Thousands have their say on county council budget cuts

Future service users of the White Water Day Centre in Ollerton, and their parents and carers, are disappointed with the proposals by Nottinghamshire County Council to close it down.
Future service users of the White Water Day Centre in Ollerton, and their parents and carers, are disappointed with the proposals by Nottinghamshire County Council to close it down.

Residents and businesses have been having their say on Nottinghamshire County Council’s budget plans, as the authority battles to bridge a £154m budget gap.

Just a week after the detailed plans were launched as part of the county council’s budget challenge, 480 people have responded to the 51 separate savings proposals, bringing the total number of responses to the whole consultation to more than 3,575 so far.

If implemented, the budget proposals would slash the council’s running costs by £83m through cuts to services, 750 job losses, increasing some charges, reducing 
some grants to other organisations, improving efficiency, sharing services with other councils and better use of technology.

Among the areas most commented on is council tax, in which more than 52 per cent of people have said a 1.99 per cent rise on tax would be the most acceptable, rather than an even greater increase.

Other notable areas include the councillors’ divisional funds - money councillors are permitted to support causes in their area - which is to be cut from £10,000 a year to £5,000. More than 82 percent agreed with the idea. A further well-supported change is the increase of disabled parking blue badges from £2 to £10, which 80 per cent agreed with.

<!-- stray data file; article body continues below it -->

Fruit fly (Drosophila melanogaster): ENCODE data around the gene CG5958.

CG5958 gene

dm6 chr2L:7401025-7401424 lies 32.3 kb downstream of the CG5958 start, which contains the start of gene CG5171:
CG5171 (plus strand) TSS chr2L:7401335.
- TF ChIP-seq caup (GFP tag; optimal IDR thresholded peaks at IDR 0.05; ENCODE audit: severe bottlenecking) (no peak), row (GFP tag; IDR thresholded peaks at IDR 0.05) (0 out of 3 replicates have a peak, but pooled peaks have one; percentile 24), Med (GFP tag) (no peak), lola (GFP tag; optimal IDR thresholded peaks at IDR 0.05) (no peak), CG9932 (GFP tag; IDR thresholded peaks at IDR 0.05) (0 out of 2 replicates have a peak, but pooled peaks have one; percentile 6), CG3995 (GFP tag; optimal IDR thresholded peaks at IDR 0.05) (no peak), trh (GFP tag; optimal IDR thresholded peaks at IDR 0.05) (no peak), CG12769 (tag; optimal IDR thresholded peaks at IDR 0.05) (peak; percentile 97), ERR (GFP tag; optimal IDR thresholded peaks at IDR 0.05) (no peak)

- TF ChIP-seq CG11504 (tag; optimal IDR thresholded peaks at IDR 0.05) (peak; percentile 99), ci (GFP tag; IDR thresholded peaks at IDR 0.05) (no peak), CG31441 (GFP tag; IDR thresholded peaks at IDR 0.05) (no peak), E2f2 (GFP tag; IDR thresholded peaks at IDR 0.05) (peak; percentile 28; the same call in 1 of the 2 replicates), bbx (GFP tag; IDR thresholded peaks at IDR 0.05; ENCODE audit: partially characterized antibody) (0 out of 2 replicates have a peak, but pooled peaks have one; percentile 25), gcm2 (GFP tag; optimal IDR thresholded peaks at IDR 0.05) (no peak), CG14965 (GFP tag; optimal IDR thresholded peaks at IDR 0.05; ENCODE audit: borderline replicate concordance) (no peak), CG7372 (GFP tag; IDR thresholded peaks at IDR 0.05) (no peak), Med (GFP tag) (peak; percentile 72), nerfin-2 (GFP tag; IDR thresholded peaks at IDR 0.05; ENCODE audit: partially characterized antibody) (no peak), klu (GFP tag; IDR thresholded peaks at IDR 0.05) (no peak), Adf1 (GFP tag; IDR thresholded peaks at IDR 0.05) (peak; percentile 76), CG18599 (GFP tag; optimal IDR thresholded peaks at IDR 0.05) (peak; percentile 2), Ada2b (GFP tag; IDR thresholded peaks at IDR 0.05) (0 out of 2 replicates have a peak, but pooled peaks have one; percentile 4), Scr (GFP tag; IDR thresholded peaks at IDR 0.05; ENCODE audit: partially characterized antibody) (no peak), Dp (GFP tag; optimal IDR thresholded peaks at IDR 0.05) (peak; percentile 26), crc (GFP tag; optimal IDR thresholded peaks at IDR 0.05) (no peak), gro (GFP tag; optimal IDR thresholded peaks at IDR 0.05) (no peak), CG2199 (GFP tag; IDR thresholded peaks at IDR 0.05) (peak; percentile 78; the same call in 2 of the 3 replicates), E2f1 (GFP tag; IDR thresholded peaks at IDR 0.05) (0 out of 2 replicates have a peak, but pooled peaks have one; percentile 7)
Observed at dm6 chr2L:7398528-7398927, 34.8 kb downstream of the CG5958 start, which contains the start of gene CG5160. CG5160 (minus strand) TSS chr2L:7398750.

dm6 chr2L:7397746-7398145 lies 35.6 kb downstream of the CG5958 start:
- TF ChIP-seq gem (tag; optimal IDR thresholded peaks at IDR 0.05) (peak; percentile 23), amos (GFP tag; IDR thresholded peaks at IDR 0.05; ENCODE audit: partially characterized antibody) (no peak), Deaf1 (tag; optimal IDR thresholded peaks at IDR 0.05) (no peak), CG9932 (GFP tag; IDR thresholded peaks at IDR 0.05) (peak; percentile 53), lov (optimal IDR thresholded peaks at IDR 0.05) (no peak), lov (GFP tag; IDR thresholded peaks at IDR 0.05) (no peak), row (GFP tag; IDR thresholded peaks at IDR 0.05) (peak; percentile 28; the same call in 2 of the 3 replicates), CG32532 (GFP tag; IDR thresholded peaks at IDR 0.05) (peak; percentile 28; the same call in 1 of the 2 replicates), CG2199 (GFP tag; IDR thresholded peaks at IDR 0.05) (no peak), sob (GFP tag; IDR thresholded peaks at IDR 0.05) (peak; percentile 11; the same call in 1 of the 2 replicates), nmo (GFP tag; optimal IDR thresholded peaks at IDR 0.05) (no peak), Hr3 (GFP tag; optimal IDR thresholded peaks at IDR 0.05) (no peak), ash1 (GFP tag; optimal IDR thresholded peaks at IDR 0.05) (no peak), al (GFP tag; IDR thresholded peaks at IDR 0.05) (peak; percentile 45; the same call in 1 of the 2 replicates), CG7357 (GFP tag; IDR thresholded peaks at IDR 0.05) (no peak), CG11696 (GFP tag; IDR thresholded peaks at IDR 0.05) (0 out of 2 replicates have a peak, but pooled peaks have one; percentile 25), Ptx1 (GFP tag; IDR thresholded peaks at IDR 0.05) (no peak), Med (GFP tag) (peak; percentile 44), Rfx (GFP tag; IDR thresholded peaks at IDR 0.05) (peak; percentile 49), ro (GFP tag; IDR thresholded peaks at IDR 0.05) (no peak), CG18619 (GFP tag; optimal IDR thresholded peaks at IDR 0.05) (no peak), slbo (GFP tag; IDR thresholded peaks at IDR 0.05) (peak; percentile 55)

The greatest opposition has been to proposed changes to employment services for people with learning difficulties, where around 50 per cent have objected.

Coun Alan Rhodes, leader of the council, said: “To have over 3,500 responses to the budget challenge already is testament to how much people care about and value their services. This is a genuine consultation - we want to hear how people are likely to be affected and about viable alternatives to any of the service reductions.

“When drawing up our plans we’ve tried to apply fairness in difficult times and avoid an impact on the most vulnerable as far as we possibly can, but I appreciate that is little consolation for those service users and employees who are affected - and for that I am deeply sorry.”

The consultation closes on 17th January. All views given during the consultation will be taken into consideration before the final budget is considered on 27th February.

To read the budget proposals and register views, go to the website www.nottinghamshire.gov.uk/budget